Former Afghan President Burhanuddin Rabbani, together with four other people, has been killed in a suicide bomb attack in the country’s capital, Kabul.
Rabbani was killed at his home, which is located in Kabul’s heavily guarded diplomatic enclave known as “the green zone”.
He was reportedly meeting two members of the Taliban at the time of the blast.
The Taliban has claimed responsibility for the attack, saying that a high-level team had won Rabbani’s trust and feigned interest in talks but instead had been planning to kill him, according to Reuters.
Police in Kabul say Rabbani was killed by a suicide bomber with explosives hidden in his turban.
The turban bomber entered Rabbani's house in the capital Kabul on Tuesday evening and detonated a device on his person once inside, Mohammad Zahir, the chief of criminal investigation for the Kabul police, told the Associated Press. According to the International Security Assistance Force, or ISAF, Rabbani and Masoom Stanekzai, a senior adviser, were inside the house when two suicide bombers entered on the pretext of wishing to conduct reconciliation talks and detonated the charge.
The National Directorate of Security in Kabul said one of the attackers survived the blast and was captured. Doctors are now fighting to save him in the hope that he will be able to give up information crucial to the investigation of the bombing.
Hamid Karzai has called the killing of the former Afghan president 'martyrdom,' and said he sacrificed his life for peace. President Karzai is cutting short a US trip because of Rabbani’s assassination.He will return from New York tomorrow morning after his meeting with President Obama, according to his spokesman.
Rabbani, an ethnic Tajik, was the president of the Afghan government that preceded the Taliban rule. He was forced to leave Kabul in September 1996 after the Taliban takeover, but continued to be recognized by the international community as the legitimate ruler of the country until 2001. He officially resigned in December 2001.
He was also the head of Afghanistan National Front, the largest political opposition to Hamid Karzai’s government.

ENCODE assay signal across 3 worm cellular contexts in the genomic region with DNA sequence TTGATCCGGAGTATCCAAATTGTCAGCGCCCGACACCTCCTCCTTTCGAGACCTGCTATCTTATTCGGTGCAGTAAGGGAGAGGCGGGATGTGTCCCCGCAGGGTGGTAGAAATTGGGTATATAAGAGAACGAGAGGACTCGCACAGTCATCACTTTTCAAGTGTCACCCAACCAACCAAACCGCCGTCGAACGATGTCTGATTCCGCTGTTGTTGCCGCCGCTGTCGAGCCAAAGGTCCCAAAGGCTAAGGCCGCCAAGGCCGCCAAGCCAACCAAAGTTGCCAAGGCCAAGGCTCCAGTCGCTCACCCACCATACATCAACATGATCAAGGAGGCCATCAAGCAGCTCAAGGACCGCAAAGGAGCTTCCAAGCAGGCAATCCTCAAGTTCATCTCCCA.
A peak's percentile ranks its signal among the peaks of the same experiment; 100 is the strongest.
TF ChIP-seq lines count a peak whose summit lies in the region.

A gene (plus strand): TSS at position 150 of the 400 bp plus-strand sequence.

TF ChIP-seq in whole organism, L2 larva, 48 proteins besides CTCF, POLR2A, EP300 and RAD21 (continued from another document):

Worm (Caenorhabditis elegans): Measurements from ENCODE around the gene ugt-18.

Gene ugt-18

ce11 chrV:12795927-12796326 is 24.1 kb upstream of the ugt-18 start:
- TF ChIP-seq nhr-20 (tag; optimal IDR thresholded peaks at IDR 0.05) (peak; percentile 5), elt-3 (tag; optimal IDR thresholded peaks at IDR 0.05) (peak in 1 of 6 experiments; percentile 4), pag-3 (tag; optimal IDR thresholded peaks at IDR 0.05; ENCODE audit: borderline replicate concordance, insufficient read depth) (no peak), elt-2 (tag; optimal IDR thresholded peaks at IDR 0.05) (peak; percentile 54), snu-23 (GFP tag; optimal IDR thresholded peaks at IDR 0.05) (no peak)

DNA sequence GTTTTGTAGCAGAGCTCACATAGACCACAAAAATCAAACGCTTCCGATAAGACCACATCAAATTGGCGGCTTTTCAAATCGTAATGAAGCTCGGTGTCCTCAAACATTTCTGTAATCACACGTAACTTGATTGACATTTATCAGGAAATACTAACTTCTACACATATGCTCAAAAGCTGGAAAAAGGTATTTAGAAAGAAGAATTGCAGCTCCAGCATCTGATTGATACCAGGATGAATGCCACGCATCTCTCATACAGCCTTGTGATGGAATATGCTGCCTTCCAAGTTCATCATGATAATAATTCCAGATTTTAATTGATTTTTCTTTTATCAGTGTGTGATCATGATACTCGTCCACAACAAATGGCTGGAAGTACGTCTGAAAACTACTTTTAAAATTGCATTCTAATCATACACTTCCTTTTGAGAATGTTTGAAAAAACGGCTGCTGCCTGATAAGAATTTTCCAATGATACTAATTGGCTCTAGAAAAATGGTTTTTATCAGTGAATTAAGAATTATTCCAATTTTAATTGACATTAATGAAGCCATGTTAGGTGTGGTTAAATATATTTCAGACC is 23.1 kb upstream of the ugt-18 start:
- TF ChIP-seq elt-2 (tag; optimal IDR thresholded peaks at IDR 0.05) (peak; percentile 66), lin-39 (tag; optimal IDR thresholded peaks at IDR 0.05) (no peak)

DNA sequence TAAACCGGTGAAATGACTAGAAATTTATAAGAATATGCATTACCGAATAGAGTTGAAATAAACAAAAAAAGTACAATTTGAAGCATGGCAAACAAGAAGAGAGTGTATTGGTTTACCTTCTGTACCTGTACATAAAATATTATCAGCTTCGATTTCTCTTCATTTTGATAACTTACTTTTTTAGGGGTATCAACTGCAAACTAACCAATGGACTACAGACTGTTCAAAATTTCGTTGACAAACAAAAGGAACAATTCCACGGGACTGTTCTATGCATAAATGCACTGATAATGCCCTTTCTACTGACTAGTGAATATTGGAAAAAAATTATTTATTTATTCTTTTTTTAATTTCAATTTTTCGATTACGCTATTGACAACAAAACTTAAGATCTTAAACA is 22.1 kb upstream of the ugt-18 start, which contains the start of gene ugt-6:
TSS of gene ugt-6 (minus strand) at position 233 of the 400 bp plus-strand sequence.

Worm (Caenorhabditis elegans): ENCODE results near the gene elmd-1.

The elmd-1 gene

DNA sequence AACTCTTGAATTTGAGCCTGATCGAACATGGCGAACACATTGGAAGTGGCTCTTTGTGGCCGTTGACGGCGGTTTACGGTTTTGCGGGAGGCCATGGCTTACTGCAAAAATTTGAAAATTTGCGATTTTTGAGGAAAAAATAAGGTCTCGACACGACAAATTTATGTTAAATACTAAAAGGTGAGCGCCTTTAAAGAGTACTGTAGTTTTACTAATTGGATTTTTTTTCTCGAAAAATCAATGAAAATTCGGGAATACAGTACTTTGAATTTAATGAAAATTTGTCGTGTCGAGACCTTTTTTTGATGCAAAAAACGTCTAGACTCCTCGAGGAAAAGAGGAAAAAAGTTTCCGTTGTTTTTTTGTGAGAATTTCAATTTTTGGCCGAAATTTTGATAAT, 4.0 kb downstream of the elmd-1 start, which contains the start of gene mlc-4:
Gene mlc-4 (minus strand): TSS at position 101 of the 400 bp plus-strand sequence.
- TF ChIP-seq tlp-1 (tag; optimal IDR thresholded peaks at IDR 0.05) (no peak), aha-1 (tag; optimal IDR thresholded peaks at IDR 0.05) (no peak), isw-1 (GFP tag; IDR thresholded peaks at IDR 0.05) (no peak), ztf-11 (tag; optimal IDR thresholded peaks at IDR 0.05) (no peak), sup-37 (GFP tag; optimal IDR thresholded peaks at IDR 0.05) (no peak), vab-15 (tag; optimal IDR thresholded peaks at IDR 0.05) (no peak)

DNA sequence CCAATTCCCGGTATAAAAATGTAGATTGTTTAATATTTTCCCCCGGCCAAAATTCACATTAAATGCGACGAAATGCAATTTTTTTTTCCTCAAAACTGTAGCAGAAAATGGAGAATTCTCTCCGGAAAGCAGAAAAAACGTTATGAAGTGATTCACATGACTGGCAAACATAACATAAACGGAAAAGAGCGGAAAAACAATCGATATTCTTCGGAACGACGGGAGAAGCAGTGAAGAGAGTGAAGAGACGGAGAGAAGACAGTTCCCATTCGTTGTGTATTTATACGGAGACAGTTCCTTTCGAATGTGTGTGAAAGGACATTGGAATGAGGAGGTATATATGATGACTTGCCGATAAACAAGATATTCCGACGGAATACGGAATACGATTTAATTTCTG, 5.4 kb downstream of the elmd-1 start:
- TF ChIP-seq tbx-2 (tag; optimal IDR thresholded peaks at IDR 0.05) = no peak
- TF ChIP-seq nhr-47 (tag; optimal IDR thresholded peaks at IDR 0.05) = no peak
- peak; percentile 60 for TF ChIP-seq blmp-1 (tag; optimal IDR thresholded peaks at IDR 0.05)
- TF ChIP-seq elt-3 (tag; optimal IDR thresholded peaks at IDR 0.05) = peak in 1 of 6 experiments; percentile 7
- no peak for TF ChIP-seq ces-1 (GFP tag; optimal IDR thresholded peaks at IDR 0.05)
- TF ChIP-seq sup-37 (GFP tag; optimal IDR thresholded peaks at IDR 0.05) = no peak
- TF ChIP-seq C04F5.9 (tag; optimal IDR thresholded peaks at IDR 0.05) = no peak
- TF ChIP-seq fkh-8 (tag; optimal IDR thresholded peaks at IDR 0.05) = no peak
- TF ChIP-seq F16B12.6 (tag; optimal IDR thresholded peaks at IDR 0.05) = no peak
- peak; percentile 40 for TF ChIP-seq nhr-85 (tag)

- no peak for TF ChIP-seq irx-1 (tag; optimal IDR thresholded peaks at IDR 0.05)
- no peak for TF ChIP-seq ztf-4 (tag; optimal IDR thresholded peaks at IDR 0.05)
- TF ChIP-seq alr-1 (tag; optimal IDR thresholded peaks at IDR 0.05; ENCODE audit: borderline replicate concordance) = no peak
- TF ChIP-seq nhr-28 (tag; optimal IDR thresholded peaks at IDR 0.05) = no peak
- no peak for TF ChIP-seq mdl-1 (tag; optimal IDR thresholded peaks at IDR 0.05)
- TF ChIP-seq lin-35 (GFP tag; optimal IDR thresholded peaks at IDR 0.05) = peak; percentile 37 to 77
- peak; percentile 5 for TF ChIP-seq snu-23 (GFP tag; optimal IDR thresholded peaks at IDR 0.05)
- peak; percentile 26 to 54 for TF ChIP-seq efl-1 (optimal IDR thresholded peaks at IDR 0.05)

Rabbani was chosen by Karzai to head the High Peace Council last October. His plan included offering amnesties and jobs to Taliban foot soldiers and asylum in third countries to leaders.
His killing dampens hopes of starting peace negotiations with Taliban insurgents. It is also feared that it will hamper efforts to keep regional and ethnic rivalries in check.
Burhanuddin Rabbani gave his last interview to RT's sister channel Rusiya al-Yaum.
“Recently he [Rabbani] was playing a very important moderating role in terms of bringing the peace process, giving it an Afghan face, rather than a regional face, and that was very much in support of Mr Karzai’s efforts,” says Daoud Sultanzoy, political analyst and former Afghan MP. “This would be seen as a major blow to Mr Karzai and his peace efforts because the radical factions of the Northern Alliance [an Afghan anti-Taliban organization] would have a louder voice now against peace talks.”
There are conflicting reports concerning President Hamid Karzai’s advisor Mohammad Masoom Stanekzai. Some reports stated he was also killed in the attack, while others said he was only wounded.
Stanekzai's relative, who answered his phone but declined to give his name, confirmed that Stanekzai was in hospital, but his wounds did not appear to be life-threatening.
The attack comes a week after a 19-hour siege of the area which left 16 people dead in gunfire and suicide blasts targeting the US embassy and the neighboring headquarters of NATO-led troops in Afghanistan.
It was the third major attack on the Afghan capital since June. All three of those attacks are believed to have been carried out by the Haqqani network, a Taliban-allied insurgent faction, based along the Afghanistan-Pakistan border.